Aadesh Gupta
David Wengrow
Damian Phelan
Amanda Dahlstrand
Andrea Guariso
Erika Deserranno
Lukas Hensel
Stefano Caria
Vrinda Mittal
Ararat Gocmen
Clara Martínez-Toledano
Yves Steinebach
Breno Sampaio
Joana Naritomi
Diogo Britto
François Gerard
Filippo Pallotti
Heather Sarsons
Kristóf Madarász
Anna Becker
Lucas Conwell
Michela Carlana
Katja Seim
Joao Granja
Jason Sockin
Todd Schoellman
Paolo Martellini
UCL Policy Lab
Natalia Ramondo
Javier Cravino
Vanessa Alviarez
Hugo Reis
Pedro Carneiro
Raul Santaeulalia-Llopis
Diego Restuccia
Chaoran Chen
Brad J. Hershbein
Claudia Macaluso
Chen Yeh
Xuan Tam
Xin Tang
Marina M. Tavares
Adrian Peralta-Alva
Carlos Carillo-Tudela
Felix Koenig
Joze Sambt
Ronald Lee
James Sefton
David McCarthy
Bledi Taska
Carter Braxton
Alp Simsek
Plamen T. Nenov
Gabriel Chodorow-Reich
Virgiliu Midrigan
Corina Boar
Sauro Mocetti
Guglielmo Barone
Steven J. Davis
Nicholas Bloom
José María Barrero
Thomas Sampson
Adrien Matray
Natalie Bau
Darryl Koehler
Laurence J. Kotlikoff
Alan J. Auerbach
Irina Popova
Alexander Ludwig
Dirk Krueger
Nicola Fuchs-Schündeln
Taylor Jaworski
Walker Hanlon
Ludo Visschers
Henrik Kleven
Kristian Jakobsen
Katrine Marie Jakobsen
Alessandro Guarnieri
Tanguy van Ypersele
Fabien Petit
Cecilia García-Peñalosa
Yonatan Berman
Nina Weber
Julian Limberg
David Hope
Pedro Tremacoldi-Rossi
Tatiana Mocanu
Marco Ranaldi
Silvia Vannutelli
Raymond Fisman
John Voorheis
Reed Walker
Janet Currie
Roel Dom
Marcos Vera-Hernández
Emla Fitzsimons
José V. Rodríguez Mora
Tomasa Rodrigo
Álvaro Ortiz
Stephen Hansen


Measurement issues are central to the study of wealth accumulation and the study of inequality. Check here for new work in this area, including research on national accounts data, measuring the effective tax rates firms face, and estimates of top wealth.

We quantify precisely the wealth redistribution generated by the current inflation shock in the US and we look at macroeconomic models with heterogenous agents (HANK) which typically feature households immediately adjusting to macroeconomic shocks (e.g. a rise in interest rates).

We develop Generational Wealth Accounts (GWA): the first set of balance sheets, by generations, to include all human capital, tangible wealth, financial wealth, and transfer wealth, and the uses to which these are put, and employ them to quantify inter-generational transfers and the sustainability of consumption. Consumption plans in the UK public sector worsened over the financial crisis and are unsustainable; private sector plans improved, and are now almost balanced. Increases in private capital transfers to the young offset the effect of increased public debt. House price increases shifted resources from young to old but had little effect on sustainability.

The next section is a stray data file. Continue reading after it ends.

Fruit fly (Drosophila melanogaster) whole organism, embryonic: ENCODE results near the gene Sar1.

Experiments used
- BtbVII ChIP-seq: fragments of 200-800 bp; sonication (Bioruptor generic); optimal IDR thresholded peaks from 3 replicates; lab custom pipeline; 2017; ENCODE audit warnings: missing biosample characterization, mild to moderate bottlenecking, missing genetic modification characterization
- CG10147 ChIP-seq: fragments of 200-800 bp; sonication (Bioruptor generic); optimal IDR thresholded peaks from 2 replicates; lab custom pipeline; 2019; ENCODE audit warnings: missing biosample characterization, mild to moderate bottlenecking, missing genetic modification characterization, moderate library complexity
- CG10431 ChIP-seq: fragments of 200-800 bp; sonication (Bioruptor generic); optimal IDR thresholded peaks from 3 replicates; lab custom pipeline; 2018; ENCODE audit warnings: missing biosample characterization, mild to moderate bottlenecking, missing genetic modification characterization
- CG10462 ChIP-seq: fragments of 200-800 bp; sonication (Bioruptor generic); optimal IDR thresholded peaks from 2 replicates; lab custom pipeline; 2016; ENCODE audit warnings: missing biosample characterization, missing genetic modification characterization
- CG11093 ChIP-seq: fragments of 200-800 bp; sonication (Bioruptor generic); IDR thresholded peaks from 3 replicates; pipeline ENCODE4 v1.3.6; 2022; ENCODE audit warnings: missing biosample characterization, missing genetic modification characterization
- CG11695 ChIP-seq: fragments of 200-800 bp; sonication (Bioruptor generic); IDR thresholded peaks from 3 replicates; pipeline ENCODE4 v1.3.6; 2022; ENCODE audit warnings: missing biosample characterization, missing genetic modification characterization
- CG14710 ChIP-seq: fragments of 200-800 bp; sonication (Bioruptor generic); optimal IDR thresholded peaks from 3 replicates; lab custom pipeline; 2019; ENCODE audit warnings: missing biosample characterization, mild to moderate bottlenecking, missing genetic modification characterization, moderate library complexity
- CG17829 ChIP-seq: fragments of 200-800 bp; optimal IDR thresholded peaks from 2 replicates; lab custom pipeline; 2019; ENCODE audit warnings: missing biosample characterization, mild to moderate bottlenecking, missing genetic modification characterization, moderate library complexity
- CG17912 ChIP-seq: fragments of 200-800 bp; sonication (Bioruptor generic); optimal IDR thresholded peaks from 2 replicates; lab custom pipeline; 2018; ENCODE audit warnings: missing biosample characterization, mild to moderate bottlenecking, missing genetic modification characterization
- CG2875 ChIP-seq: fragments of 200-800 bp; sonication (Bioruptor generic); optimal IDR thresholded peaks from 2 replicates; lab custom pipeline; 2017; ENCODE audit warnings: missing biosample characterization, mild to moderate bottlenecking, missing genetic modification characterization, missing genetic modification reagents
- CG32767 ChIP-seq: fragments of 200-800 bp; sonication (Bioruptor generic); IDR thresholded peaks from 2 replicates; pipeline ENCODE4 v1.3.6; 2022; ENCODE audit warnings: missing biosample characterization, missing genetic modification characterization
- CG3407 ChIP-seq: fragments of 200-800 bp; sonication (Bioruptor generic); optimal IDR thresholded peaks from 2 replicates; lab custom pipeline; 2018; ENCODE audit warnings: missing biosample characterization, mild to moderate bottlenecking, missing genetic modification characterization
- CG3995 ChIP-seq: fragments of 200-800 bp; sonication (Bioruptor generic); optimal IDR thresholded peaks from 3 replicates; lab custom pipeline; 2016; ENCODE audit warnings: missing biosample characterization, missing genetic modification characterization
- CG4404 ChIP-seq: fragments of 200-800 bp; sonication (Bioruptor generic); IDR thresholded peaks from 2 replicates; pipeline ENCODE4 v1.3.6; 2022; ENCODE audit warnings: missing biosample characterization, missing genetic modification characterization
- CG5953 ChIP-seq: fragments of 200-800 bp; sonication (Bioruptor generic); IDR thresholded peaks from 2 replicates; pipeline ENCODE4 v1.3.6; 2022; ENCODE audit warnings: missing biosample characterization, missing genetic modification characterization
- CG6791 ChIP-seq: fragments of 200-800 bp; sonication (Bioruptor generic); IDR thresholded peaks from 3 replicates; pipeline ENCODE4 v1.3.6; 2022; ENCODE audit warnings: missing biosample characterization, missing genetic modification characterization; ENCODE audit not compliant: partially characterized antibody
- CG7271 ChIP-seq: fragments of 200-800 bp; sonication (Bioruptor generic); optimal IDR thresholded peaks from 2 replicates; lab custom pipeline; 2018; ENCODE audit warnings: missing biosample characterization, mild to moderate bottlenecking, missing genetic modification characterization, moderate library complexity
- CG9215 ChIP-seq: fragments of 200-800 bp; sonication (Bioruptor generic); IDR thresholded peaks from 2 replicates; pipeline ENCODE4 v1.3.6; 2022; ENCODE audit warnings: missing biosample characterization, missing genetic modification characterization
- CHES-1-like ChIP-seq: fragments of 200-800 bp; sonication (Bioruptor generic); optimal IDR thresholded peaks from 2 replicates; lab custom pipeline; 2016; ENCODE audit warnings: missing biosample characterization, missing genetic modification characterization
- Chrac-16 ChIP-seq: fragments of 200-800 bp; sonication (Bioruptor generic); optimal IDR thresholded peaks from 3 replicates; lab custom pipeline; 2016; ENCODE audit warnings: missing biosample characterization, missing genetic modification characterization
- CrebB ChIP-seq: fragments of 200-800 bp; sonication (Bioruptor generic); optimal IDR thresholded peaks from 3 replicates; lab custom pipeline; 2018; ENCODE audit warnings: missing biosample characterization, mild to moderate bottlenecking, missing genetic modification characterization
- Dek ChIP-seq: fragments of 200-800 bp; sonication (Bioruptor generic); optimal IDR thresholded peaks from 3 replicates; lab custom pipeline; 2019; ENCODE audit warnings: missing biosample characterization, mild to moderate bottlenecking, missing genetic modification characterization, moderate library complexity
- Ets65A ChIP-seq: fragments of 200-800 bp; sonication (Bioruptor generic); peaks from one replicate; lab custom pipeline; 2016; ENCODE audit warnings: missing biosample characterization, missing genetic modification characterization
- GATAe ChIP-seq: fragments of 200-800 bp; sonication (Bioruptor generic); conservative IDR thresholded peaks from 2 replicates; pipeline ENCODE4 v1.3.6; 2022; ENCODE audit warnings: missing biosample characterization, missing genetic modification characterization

This paper introduces a novel lens through which we can view and understand the world, which is compositional inequality. Compositional inequality describes differences between rich and poor in terms of the labour share and capital share of their income.

This paper investigates how individuals weight income gaps between themselves and others in particular positions in a societal income distribution. This is crucial to understand how individuals form their fairness considerations and preferences for redistribution, as we know that people care about inequality both in absolute and in relative terms.

This paper examines how tax incentives lower effective tax rates and how they vary with firm size. This is important because tax incentives generate a government revenue loss, can distort firms’ production, and may exacerbate inequality. We also use our estimates of effective tax rates to assess the potential impact of a Global Minimum Tax.

This paper develops algorithms that recover existing national accounts aggregates from naturally occurring transaction data and produce novel measures, such as distributional national accounts for the different components of output.

A determinant of aggregate productivity differences, both across countries and within countries over time, is how well resources such as capital and labour are allocated across firms. The importance of such resource misallocation for aggregate productivity is often inferred from the dispersion in average revenue products (revenues over inputs) in firm-level data. This paper proposes a methodology to correct estimates of misallocation for measurement error in revenue and inputs.

How rich are the richest Americans? A thorough answer to this question is necessary to address public concern over rising inequality, whether the distribution of resources is fair, and how policy ought to respond. This paper uses administrative tax data to estimate top wealth in the United States.

The use of machine learning in credit allocation should allow lenders to better extend credit, but the shift from traditional to machine learning lending models may have important distributional effects for consumers. This paper analyzes the effect of machine learning on mortgage lending in the US.

By providing confidence sets for ranks, this paper addresses the problem that rankings, for example, of neighborhoods in the US according to intergenerational mobility can be more or less informative.

This research uses lab experiments to find out whether common values, including equality, enhance cohesion in a society.

A glitch with the standard algorithm stimulated a broader question: Is there an inequality measure that both captures how people experience economic disparities and independently of the number of wealth holders, is not downward-biased?

This paper explores cases in which people are connected via social and economic networks and how these affect the equilibrium degree of inequality among the network participants.

To address the question of the role of technology and institutions in the emergence of persistent wealth inequality in human societies, this study uses 9,000 years of archaeological records.